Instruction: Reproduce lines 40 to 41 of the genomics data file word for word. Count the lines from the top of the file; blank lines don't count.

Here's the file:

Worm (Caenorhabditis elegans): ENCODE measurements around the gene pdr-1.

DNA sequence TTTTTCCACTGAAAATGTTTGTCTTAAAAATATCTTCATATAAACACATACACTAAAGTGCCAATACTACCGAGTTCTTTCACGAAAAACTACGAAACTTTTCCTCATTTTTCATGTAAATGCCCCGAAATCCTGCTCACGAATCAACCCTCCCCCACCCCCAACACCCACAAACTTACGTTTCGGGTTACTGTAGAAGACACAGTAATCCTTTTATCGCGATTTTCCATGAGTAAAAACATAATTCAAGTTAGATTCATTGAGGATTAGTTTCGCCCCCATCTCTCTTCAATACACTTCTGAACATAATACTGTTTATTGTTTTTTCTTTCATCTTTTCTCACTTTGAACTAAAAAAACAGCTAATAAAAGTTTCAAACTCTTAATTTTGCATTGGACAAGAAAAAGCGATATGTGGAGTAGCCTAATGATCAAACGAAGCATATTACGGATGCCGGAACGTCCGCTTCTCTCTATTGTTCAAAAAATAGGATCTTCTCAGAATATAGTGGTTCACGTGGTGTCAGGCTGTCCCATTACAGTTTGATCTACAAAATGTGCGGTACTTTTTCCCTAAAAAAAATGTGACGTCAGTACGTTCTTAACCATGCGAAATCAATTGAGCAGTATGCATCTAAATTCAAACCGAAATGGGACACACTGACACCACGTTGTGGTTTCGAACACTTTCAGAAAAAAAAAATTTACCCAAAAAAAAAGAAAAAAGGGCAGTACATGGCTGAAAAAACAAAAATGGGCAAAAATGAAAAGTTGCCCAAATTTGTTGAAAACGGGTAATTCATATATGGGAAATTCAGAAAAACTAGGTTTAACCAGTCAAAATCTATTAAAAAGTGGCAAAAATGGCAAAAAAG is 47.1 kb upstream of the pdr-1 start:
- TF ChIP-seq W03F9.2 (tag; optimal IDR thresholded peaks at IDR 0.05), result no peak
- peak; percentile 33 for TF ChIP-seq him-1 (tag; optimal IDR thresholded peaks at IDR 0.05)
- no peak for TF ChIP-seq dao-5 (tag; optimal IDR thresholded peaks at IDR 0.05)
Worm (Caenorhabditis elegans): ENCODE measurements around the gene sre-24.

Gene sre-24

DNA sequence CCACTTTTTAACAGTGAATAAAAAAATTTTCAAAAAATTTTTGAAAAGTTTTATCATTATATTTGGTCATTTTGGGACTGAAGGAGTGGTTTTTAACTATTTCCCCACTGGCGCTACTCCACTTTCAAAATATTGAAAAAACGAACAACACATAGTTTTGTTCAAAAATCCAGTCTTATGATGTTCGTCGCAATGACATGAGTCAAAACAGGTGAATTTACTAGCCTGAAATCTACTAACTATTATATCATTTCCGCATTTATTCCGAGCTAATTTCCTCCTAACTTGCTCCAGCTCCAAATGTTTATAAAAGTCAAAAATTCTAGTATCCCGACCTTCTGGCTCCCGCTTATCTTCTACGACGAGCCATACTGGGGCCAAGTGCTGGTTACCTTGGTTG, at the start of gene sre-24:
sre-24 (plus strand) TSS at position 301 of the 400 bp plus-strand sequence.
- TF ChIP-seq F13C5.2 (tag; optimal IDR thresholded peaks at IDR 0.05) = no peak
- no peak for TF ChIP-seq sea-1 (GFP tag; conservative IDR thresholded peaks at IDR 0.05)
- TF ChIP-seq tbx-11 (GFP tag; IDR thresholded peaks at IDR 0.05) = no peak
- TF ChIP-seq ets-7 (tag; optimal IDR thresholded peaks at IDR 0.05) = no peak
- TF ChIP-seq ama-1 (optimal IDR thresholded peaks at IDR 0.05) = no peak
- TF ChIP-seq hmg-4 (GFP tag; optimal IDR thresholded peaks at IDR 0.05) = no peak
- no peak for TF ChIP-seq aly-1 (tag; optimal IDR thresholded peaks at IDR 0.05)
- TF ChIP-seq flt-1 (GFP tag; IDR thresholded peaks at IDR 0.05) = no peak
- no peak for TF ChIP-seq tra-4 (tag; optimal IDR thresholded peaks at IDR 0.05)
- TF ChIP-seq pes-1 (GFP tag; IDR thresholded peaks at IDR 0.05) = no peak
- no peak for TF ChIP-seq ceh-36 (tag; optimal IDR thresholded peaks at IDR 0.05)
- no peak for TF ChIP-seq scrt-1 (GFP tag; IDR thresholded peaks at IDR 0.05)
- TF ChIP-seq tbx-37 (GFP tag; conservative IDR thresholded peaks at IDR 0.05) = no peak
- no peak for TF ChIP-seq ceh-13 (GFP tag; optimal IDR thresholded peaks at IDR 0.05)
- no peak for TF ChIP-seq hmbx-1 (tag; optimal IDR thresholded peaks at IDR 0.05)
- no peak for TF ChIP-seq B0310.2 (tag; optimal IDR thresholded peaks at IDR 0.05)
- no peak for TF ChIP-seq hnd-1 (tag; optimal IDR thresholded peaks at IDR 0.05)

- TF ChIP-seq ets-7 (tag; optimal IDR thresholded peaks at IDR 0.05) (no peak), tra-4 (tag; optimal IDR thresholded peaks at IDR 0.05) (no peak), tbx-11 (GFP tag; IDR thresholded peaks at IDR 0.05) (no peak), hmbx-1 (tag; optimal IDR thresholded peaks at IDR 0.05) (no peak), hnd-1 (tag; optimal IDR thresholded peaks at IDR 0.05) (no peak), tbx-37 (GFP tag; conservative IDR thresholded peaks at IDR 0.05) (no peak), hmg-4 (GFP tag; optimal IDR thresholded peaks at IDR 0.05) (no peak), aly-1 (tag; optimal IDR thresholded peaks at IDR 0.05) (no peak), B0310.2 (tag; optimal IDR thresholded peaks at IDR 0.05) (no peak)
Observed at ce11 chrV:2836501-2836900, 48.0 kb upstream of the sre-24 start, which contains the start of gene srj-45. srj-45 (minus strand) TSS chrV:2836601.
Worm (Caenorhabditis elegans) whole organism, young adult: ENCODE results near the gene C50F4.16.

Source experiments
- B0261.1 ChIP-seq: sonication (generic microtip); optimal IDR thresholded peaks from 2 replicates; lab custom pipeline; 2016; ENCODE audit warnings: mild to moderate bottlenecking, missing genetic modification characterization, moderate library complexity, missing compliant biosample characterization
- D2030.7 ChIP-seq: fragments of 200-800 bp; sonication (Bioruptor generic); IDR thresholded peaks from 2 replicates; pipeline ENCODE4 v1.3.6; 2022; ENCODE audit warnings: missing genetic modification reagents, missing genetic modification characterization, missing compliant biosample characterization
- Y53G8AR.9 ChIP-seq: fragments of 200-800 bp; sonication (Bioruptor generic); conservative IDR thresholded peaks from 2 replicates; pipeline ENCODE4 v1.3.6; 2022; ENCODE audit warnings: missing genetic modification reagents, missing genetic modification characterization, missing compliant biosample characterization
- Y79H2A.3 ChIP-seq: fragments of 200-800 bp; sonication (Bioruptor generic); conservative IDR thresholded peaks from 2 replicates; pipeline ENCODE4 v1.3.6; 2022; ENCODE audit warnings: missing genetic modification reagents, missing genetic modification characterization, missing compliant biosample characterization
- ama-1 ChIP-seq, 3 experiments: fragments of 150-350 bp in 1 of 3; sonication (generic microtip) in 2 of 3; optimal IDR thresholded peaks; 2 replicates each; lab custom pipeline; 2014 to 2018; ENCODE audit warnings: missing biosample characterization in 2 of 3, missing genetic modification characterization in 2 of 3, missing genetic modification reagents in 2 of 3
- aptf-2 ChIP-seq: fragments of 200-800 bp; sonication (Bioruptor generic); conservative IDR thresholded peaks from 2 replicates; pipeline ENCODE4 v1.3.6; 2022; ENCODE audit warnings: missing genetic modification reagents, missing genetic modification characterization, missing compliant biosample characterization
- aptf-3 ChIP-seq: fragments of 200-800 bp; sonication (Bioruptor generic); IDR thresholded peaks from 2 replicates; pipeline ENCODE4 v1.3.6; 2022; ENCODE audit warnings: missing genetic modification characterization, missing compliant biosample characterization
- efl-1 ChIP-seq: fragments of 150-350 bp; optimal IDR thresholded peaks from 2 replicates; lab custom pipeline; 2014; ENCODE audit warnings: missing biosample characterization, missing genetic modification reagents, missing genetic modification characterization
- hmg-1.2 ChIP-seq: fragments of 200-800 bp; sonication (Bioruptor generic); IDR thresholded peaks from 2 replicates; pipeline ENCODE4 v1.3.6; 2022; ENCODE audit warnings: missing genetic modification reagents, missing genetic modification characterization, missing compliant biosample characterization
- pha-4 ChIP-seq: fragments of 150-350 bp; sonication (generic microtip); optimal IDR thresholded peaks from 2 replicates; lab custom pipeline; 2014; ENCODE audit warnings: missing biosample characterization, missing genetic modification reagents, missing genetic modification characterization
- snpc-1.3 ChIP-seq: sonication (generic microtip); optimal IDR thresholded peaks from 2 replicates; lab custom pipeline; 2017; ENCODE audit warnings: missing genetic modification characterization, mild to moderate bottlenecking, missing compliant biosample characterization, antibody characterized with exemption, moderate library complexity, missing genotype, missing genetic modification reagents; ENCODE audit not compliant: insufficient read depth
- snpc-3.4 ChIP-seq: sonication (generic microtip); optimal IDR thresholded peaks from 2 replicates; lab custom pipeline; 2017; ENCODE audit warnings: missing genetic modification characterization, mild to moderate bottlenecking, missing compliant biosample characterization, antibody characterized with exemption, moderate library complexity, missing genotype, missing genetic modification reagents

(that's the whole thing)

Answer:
- pha-4 ChIP-seq: fragments of 150-350 bp; sonication (generic microtip); optimal IDR thresholded peaks from 2 replicates; lab custom pipeline; 2014; ENCODE audit warnings: missing biosample characterization, missing genetic modification reagents, missing genetic modification characterization
- snpc-1.3 ChIP-seq: sonication (generic microtip); optimal IDR thresholded peaks from 2 replicates; lab custom pipeline; 2017; ENCODE audit warnings: missing genetic modification characterization, mild to moderate bottlenecking, missing compliant biosample characterization, antibody characterized with exemption, moderate library complexity, missing genotype, missing genetic modification reagents; ENCODE audit not compliant: insufficient read depth